03 spacex splashdown 1014
See moment SpaceX crew splashes down
01:07 - Source: NASA

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The Hubble Space Telescope captured a new snapshot of the asteroid that NASA recently slammed with a spacecraft in an attempt to knock it off course, and the image reveals the clearest look yet at some unexpected results from the mission — a twin tail of dust trailing behind the asteroid system.

The astronauts — NASA’s Kjell Lindgren, Bob Hines and Jessica Watkins, as well as Italian astronaut Samantha Cristoforetti with the European Space Agency — were scheduled to depart from the space station aboard a SpaceX Crew Dragon capsule Thursday morning. But NASA was forced to wave off the departure because of the unfavorable weather conditions back on Earth.

The Crew Dragon spacecraft left its docking port at the ISS around noon ET and made a gradual trek home toward the edge of Earth’s thick inner atmosphere. Then, the capsule lit up its thrusters again to orient itself as it began its reentry. This step began to slow the spacecraft from its orbital speed of about 17,500 miles per hour (28,164 kilometers per hour). A heat shield kept the astronauts protected as the fiery swoop back toward Earth heated the spacecraft’s exterior to more than 3,000 degrees Fahrenheit (1,650 degrees Celsius).

A plume of parachutes then slowed its descent further before it came to a splashdown landing off the coast of Jacksonville, Florida, just before 5 p.m. ET. Rescue ships waited nearby and hauled the spacecraft out of the water, allowing the astronauts to exit the capsule and take their first breaths of fresh air in about 170 days.

The Crew Dragon spacecraft that will bring the astronauts home typically has seven potential landing zones – just off the coast of Pensacola, Tampa, Tallahassee, Panama City, Cape Canaveral, Daytona and Jacksonville.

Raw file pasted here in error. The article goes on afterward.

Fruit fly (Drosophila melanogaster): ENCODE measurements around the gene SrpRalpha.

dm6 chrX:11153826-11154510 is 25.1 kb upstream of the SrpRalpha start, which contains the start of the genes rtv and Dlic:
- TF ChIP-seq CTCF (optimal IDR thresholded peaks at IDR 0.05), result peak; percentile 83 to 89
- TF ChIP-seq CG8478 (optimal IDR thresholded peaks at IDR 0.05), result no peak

Aerospace company SpaceX developed the Crew Dragon spacecraft under a $2.6 billion contract with NASA as part of the Commercial Crew Program.

Those experiments are designed to help astronauts understand how they may one day grow their own food and how their bodies may react on missions deeper into space, such as on NASA’s planned Artemis moon missions, Watkins said during a news briefing last week.

“It’s been awesome to be able to walk into the Columbus module and smell the smell of leaves growing, of plants growing,” Watkins told reporters.

Cristoforetti, who was on one previous mission to the space station in 2014-2015, is the sole woman in ESA’s astronaut corps, and she made history of her own on this mission. Last month, she took over as commander of the space station, becoming the first European woman to do so.

Cristoforetti also conducted a spacewalk in July to deploy small satellites and work on the installation of a new robotic arm on the space station’s exterior.